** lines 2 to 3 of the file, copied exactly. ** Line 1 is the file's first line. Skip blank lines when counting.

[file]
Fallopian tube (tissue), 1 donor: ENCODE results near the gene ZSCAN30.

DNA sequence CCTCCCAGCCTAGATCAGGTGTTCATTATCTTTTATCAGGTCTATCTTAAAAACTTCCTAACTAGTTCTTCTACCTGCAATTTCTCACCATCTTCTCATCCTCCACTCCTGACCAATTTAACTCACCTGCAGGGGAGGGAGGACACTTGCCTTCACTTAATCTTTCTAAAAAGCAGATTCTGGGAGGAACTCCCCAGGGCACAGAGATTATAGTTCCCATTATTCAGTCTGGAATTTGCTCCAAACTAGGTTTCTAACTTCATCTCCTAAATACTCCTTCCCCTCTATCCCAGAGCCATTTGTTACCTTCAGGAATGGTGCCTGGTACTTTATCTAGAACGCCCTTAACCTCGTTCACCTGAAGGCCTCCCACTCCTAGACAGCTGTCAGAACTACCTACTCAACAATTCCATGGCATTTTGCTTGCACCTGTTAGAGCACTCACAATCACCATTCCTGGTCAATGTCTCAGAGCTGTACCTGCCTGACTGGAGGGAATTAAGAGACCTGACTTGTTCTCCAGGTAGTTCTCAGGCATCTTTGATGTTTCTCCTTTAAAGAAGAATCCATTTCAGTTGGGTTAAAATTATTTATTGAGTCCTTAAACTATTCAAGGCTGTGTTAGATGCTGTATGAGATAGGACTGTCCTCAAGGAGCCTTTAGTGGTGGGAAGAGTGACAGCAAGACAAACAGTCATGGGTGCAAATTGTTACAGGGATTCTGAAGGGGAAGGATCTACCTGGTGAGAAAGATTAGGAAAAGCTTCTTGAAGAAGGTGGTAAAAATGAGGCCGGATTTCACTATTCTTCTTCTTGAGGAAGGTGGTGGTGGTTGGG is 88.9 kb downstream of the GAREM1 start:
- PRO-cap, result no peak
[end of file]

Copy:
DNA sequence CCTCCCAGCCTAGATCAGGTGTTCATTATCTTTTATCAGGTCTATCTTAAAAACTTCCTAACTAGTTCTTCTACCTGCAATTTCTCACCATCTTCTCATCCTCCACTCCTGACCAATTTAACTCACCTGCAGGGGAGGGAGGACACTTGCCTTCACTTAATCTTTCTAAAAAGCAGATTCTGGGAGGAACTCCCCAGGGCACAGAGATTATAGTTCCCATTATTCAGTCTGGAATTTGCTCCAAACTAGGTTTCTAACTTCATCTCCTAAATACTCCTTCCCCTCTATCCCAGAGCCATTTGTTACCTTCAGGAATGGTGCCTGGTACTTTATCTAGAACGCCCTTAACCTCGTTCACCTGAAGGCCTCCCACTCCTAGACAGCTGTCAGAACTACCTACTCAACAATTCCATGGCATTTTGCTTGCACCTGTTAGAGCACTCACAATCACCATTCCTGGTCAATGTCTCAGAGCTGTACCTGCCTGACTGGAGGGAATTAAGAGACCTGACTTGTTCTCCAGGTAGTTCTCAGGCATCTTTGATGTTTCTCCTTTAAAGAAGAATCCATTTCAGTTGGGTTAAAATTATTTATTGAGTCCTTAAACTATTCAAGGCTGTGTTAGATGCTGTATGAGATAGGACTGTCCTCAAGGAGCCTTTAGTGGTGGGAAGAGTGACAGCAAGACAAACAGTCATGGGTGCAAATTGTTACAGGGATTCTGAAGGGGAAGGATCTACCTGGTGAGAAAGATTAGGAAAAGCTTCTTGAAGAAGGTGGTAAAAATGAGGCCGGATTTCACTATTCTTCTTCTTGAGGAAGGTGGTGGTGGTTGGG is 88.9 kb downstream of the GAREM1 start:
- PRO-cap, result no peak